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CORVALLIS, Ore. April 28, 2021– Socially just policies aimed at limiting the Earth’s human population hold tremendous potential for advancing equity while simultaneously helping to mitigate the effects of climate change, Oregon State University researchers say.

In a paper published this week in Sustainability Science, William Ripple and Christopher Wolf of the OSU College of Forestry also note that fertility rates are a dramatically understudied and overlooked aspect of the climate emergency. That’s especially true relative to the attention devoted to other climate-related topics including energy, short-lived pollutants and nature-based solutions, they say.

“More than 11,000 scientists from 153 countries have come together to warn that if we continue with business as usual, the result will be untold human suffering from climate change,” Ripple said. “We have listed six areas, including curbing population growth in the context of social justice, as a framework for action.

“Since 1997, there have been more than 200 articles published in Nature and Science on climate mitigation, but just four of those discussed social justice, and only two considered population,” he added. “Clearly social justice and population policy are not getting the attention they deserve in the struggle against the climate emergency.”

The Earth’s 7.7 billion people contribute to climate change in a variety of ways, primarily through the consumption of natural resources, including non-renewable energy sources, and the greenhouse gas emissions that result from industrial processes and transportation. The more people there are on the planet, the more potential they have for affecting climate.

Partly due to forced sterilization campaigns and China’s one-child policy, population policies have long been viewed as a taboo topic and detrimental to social justice, Wolf says, but they can be just the opposite when developed and implemented appropriately with the goal of promoting human rights, equity and social justice.

“There are strong links between high rates of population growth and ecosystem impacts in developing countries connected to water and food security,” he said. “Given the challenges of food and water security, effective population policies can support achieving both social justice and climate adaptation, particularly when you consider the current and projected uneven geographical distribution of the impacts of climate change. Policies that address health and education can greatly reduce fertility rates.”

Examples of badly needed population policy measures include improving education for girls and young women, ending child marriage and increasing the availability of voluntary, rights-based family planning services that empower all people and particularly poor women, the researchers say.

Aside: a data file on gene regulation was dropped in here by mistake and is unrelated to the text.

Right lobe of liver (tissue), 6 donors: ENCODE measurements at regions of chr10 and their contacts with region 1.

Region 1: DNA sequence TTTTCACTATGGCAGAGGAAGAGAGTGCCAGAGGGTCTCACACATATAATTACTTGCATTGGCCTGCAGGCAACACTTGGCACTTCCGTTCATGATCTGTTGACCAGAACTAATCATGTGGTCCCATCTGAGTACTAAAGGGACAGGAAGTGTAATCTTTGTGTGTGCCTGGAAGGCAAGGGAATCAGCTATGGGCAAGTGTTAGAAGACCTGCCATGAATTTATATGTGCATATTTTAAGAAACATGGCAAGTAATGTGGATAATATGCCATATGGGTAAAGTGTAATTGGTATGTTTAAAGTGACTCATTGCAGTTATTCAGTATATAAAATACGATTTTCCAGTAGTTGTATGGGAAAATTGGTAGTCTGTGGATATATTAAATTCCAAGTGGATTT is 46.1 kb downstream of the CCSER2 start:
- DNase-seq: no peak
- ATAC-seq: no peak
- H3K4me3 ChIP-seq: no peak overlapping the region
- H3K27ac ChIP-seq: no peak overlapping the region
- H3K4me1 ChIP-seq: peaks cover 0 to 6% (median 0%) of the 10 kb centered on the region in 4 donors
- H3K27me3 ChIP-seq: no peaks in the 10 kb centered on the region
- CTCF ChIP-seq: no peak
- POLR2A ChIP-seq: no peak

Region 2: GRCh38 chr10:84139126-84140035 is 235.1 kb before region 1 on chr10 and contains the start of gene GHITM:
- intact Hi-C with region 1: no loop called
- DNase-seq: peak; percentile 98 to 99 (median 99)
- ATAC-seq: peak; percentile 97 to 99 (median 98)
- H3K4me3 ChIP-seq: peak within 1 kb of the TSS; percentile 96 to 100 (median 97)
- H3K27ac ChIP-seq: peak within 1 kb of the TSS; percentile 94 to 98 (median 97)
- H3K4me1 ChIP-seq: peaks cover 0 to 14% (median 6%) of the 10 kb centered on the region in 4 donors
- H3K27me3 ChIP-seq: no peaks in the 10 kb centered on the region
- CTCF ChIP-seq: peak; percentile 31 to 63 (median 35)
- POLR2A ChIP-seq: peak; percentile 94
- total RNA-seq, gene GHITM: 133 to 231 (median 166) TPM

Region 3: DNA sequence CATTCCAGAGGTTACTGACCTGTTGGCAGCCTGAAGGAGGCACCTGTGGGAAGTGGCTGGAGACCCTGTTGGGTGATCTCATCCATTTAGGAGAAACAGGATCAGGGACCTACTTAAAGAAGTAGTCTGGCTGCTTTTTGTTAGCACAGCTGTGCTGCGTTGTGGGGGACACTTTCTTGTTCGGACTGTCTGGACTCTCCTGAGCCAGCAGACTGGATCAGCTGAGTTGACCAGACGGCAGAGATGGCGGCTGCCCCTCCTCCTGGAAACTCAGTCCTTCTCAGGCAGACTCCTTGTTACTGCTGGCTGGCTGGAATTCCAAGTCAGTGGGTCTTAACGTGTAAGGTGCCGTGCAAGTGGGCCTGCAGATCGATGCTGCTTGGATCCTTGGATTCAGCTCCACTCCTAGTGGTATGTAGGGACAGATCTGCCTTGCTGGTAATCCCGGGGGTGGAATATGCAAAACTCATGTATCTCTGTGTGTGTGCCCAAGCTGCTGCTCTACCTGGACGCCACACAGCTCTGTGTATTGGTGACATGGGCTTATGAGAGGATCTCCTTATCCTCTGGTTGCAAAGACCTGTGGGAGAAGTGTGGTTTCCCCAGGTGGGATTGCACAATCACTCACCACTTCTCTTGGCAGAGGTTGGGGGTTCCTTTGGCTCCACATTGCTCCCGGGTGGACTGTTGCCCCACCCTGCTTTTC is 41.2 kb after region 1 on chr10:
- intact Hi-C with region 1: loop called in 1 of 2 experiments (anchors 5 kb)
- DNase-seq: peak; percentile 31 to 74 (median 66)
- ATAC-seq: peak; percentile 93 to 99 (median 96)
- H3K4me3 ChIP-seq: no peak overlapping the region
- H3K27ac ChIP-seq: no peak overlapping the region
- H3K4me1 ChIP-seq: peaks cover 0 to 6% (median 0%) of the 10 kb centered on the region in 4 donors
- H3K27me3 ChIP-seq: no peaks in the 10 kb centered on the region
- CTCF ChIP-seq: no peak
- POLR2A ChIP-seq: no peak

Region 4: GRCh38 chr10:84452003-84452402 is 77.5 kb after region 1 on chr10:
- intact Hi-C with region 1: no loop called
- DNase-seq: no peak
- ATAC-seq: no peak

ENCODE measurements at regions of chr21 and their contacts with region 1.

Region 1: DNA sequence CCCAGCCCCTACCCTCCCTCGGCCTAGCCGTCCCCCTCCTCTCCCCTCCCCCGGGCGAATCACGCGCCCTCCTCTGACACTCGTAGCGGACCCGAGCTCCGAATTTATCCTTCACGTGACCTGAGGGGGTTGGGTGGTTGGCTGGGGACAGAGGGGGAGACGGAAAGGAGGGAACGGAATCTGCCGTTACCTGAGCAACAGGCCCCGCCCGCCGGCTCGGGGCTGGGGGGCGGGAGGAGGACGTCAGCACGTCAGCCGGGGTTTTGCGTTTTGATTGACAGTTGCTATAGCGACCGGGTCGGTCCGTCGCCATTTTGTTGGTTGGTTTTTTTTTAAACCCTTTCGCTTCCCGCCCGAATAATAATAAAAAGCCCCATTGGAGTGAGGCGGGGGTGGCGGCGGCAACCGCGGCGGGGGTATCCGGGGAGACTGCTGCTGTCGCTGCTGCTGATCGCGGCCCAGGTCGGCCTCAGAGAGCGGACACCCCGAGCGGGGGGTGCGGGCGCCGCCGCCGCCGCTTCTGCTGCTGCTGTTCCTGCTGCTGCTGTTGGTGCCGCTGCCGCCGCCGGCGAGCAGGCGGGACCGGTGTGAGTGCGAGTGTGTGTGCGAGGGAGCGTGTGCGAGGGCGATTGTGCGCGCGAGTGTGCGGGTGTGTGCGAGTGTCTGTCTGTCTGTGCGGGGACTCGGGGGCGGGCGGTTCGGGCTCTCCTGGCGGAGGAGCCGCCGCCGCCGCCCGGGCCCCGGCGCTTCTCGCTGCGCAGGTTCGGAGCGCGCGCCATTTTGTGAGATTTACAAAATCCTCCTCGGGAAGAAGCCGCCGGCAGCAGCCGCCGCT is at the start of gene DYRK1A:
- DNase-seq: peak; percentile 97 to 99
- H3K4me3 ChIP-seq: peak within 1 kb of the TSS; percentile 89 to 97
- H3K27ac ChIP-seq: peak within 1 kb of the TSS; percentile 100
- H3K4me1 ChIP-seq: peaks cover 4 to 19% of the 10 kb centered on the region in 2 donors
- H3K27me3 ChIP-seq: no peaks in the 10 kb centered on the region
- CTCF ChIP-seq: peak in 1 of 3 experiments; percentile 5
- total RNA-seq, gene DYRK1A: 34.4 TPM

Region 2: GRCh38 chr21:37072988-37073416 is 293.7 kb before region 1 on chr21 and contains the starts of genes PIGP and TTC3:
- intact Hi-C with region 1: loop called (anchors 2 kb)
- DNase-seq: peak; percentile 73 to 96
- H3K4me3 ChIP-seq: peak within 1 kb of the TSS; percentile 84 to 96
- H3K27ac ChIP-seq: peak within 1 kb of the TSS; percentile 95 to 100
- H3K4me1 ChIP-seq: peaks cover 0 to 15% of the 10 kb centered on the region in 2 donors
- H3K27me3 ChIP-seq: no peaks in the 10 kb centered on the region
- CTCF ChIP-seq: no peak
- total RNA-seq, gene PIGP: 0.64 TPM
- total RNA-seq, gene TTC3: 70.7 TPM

“Three examples of countries in which improved education for girls and young women may have contributed to significant fertility rate declines are Ethiopia, Indonesia and Kenya,” Ripple says. “Among those nations, specific education reforms included instituting classes in local languages, increasing budgets for education and removing fees for attending school. Ethiopia also implemented a school lunch program, large-scale school construction took place in Indonesia, and primary school was lengthened by one year in Kenya.”

As part of an overall climate justice initiative, the scientists say, rich countries should do more to help fund voluntary family planning and educational opportunities for girls and young women in developing nations.

“It’s not a balanced approach to focus on fertility rates without remembering that wealthy governments, corporations and individuals have been the primary contributors to carbon dioxide emissions and the main beneficiaries of fossil fuel consumption,” Wolf said, noting the richest half of the world’s population is responsible for 90% of the CO2 emissions.

“From both climate and social justice perspectives, affluent overconsumption by the wealthy must be addressed immediately, for example through policies like eco-taxes such as carbon pricing,” Ripple added. “Reducing fertility rates alone is clearly not enough. The middle class and rich must be responsible for most of the needed reduction in emissions.”

Taking steps to stabilize and then gradually reduce total human numbers within a socially just framework enhances human rights and reduces the further ordeals of migration, displacement and conflict expected in this century, Wolf and Ripple say. One potential framework is contraction and convergence, which calls for simultaneously reducing net emissions (contraction) while equalizing per capita emissions (convergence). This is equitable in the sense that it entails equalizing per capita emissions globally, a stark contrast to current patterns.

“Social justice and the climate emergency demand that equitable population policies be prioritized in parallel with strategies involving energy, food, nature, short-lived pollutants and the economy,” Ripple said. “With feedback loops, tipping points and potential climate catastrophe looming, we have to be taking steps in all of those areas and not ignoring any of them.”

Eileen Crist of Virginia Tech joined Ripple and Wolf in authoring the paper.

Journal Article: http://dx.doi.org/10.1007/s11625-021-00951-w